Grammar School Accounts

Mary Fielding

The schoolroom fireplace with the master's desk in front.

Gloucestershire Archives holds a volume of Campden Grammar School’s early Accounts from 1629 to the end of the nineteenth century, which reveals a fascinating history of building practices, school administration and the help available to the poor and sick of the town.

As more of the Accounts are transcribed we will add information to this page.  To start with, though, one great discovery concerns the elaborate carved fireplace and overmantel in the old Schoolroom on the High Street.

In the accounts for 1636 there is an item:

Paid John Page the Mason for building two chimmies in the schoole £04   02s   0d

Further down the page for the same year:

Paid Nathaniel Evans for the moniment in the schoole  £03   2s   6d

This must surely be the mantelpiece with the bust of a gentleman in ruff and robe, with his hand on a skull.

A few years later, in 1639, there are two more entries:

Paid Nathaniel Evans for amending the moniment and makeing it sutable for the verses Mr Edwards hath made   £00   01s   4d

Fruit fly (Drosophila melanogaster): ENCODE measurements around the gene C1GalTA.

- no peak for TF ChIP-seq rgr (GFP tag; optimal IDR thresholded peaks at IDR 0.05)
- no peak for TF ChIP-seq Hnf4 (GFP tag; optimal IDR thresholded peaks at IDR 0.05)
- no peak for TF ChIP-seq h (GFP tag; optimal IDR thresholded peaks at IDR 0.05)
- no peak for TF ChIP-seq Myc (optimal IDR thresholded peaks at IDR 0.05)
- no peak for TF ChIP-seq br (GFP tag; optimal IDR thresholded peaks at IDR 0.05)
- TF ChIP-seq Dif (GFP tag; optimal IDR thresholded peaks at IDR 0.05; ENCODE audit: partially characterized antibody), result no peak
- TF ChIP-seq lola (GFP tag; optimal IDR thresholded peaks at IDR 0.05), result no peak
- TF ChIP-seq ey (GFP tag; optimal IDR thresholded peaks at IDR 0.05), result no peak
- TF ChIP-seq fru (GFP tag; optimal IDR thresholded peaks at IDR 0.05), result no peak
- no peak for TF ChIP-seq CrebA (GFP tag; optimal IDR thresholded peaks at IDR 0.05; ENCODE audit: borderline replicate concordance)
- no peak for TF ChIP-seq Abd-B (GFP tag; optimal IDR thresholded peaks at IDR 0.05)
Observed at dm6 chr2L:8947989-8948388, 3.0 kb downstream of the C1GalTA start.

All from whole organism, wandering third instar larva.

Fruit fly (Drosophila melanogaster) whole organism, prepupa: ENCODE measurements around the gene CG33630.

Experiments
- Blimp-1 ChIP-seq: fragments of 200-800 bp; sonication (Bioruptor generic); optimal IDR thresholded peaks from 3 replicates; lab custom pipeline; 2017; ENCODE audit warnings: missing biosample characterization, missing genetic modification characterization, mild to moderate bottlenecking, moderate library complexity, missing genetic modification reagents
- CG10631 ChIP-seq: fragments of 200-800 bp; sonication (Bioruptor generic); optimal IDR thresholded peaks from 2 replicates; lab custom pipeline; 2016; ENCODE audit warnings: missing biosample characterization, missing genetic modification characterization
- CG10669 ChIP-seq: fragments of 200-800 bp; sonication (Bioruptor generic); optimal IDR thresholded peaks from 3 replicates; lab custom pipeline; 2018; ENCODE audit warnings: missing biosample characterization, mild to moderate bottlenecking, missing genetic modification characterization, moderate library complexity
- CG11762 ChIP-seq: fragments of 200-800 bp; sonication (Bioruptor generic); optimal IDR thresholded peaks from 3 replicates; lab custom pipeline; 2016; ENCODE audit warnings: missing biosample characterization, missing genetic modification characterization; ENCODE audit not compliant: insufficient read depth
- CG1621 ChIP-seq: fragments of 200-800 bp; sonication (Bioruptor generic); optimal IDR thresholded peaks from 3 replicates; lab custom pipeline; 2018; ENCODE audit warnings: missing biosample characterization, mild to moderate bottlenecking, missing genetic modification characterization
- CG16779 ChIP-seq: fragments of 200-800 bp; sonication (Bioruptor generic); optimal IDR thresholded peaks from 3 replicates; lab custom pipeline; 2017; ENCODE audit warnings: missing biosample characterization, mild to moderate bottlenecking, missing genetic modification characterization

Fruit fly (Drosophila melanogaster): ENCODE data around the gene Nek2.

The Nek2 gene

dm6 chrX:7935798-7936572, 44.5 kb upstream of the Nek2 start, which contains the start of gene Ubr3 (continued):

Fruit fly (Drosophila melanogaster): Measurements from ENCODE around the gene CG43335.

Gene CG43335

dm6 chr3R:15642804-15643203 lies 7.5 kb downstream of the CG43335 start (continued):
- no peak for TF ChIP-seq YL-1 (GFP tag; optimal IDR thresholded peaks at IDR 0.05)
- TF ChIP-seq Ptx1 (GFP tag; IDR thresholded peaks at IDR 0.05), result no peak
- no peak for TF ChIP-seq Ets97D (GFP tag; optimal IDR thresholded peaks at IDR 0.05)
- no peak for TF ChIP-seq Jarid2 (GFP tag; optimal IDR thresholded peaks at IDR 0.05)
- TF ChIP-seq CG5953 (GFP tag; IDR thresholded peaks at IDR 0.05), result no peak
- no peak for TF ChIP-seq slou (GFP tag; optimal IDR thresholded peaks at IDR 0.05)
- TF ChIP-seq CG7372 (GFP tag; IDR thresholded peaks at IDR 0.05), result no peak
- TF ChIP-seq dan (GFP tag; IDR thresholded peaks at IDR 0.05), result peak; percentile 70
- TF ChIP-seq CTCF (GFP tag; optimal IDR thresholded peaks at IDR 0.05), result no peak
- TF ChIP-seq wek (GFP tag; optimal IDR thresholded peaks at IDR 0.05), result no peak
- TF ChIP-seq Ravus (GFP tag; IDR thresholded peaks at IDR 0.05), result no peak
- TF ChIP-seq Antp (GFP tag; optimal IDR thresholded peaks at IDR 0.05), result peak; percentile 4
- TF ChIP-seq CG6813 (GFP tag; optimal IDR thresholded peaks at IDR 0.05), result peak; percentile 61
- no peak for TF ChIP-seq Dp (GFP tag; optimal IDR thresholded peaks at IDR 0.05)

Paid Nathaniel Evans for ingrossing the Epitaph on the schoole moniment  £00   02s   0d

Mr Edwards was the schoolmaster, and the verse he wrote, apparently about the school’s Founder, John Fereby (or Varby), was:

DIGNA TUIS MERITIS NON HAEC MONIMENTA PUTAMUS
EBUR NEC INDICUM PARIVE MARMORA
AUREUS HIC ESSES IN FRAUS TUA MUNERA NOBIS
RAPINA TORSERAT DOLUSQUE PERFIDUS
AT TUA FAMA VIGENS ET LAUS PIA FACTA LOQUENTUR
MALUM IMPROBI BREVIQUE NOMEN INTERIT

If your Latin is a little rusty, Percy Rushen gives us a translation:

“We do not deem this marble worthy thee,
Though Parian ’twere or Indian ivory;
A golden figure should this niche have graced
Had craft and rapine spared their cruel waste.
The foul slanders made will shortly leave your name,
And flourishing praise declare expiation of your fame.”

A somewhat strange epitaph, it seems to me!

 

Another entry in the Accounts for 1638 records “Item: given Michael Wiggins wife lying in £00  01s  0d”.  Checking the Parish records for that year, there is an entry for Mar 4 1637/38  “Baptism of Mary, d. of Michael Wigin”  No record in either entry of the poor mother’s name!

If transcribing documents isn’t your ‘thing’, then how about comparing records of names in the School Accounts against the Parish Records to build up a picture of the lives (and deaths) of poorer people in Campden – those who otherwise get lost to history.  Or compiling a list of the building work done on the school?

 

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